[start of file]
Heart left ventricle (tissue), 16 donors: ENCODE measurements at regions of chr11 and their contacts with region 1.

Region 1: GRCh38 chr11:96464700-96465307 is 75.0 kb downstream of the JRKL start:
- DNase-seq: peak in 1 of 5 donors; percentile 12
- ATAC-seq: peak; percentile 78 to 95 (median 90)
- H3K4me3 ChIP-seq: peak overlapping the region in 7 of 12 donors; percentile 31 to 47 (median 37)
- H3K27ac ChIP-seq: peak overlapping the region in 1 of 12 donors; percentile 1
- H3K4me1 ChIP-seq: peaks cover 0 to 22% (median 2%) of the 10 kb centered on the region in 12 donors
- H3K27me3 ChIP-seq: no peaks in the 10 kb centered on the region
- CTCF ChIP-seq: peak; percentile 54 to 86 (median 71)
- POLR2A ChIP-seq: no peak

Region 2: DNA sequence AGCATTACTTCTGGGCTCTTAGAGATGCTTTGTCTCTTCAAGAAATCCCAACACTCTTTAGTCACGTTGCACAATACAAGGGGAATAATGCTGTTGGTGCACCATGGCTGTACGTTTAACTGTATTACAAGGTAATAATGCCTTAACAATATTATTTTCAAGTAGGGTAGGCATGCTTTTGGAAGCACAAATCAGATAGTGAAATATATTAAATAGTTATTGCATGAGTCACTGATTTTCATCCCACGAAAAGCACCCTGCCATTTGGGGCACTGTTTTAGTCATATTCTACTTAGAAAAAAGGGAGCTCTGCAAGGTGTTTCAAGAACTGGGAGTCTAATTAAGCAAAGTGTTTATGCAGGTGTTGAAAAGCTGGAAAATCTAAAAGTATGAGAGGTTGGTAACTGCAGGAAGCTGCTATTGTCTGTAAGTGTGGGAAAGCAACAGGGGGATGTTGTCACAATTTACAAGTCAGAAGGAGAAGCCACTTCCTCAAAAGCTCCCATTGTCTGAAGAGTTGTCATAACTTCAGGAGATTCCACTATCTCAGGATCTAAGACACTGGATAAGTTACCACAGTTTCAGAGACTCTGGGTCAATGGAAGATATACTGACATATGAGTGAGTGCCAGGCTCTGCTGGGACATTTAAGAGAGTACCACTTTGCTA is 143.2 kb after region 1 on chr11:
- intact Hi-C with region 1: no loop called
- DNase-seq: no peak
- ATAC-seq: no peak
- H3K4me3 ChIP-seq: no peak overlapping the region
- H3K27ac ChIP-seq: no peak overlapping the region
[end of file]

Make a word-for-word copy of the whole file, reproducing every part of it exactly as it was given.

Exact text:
Heart left ventricle (tissue), 16 donors: ENCODE measurements at regions of chr11 and their contacts with region 1.

Region 1: GRCh38 chr11:96464700-96465307 is 75.0 kb downstream of the JRKL start:
- DNase-seq: peak in 1 of 5 donors; percentile 12
- ATAC-seq: peak; percentile 78 to 95 (median 90)
- H3K4me3 ChIP-seq: peak overlapping the region in 7 of 12 donors; percentile 31 to 47 (median 37)
- H3K27ac ChIP-seq: peak overlapping the region in 1 of 12 donors; percentile 1
- H3K4me1 ChIP-seq: peaks cover 0 to 22% (median 2%) of the 10 kb centered on the region in 12 donors
- H3K27me3 ChIP-seq: no peaks in the 10 kb centered on the region
- CTCF ChIP-seq: peak; percentile 54 to 86 (median 71)
- POLR2A ChIP-seq: no peak

Region 2: DNA sequence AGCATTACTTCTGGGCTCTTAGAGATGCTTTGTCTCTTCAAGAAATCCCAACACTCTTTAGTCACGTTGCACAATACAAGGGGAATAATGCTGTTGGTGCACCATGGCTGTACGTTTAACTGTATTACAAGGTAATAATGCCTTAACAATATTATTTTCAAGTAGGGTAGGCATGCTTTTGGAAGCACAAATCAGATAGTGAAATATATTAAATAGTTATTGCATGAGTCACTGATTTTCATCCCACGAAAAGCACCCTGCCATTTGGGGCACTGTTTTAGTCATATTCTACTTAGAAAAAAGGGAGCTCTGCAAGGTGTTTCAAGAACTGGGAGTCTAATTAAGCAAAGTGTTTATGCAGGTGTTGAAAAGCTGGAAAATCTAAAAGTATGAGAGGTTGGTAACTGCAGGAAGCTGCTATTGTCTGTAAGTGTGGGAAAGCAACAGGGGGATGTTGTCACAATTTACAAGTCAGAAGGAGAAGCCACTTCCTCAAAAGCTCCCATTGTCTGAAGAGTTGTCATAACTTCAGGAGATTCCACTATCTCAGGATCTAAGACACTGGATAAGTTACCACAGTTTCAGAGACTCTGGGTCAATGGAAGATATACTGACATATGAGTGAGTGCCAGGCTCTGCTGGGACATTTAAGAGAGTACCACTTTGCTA is 143.2 kb after region 1 on chr11:
- intact Hi-C with region 1: no loop called
- DNase-seq: no peak
- ATAC-seq: no peak
- H3K4me3 ChIP-seq: no peak overlapping the region
- H3K27ac ChIP-seq: no peak overlapping the region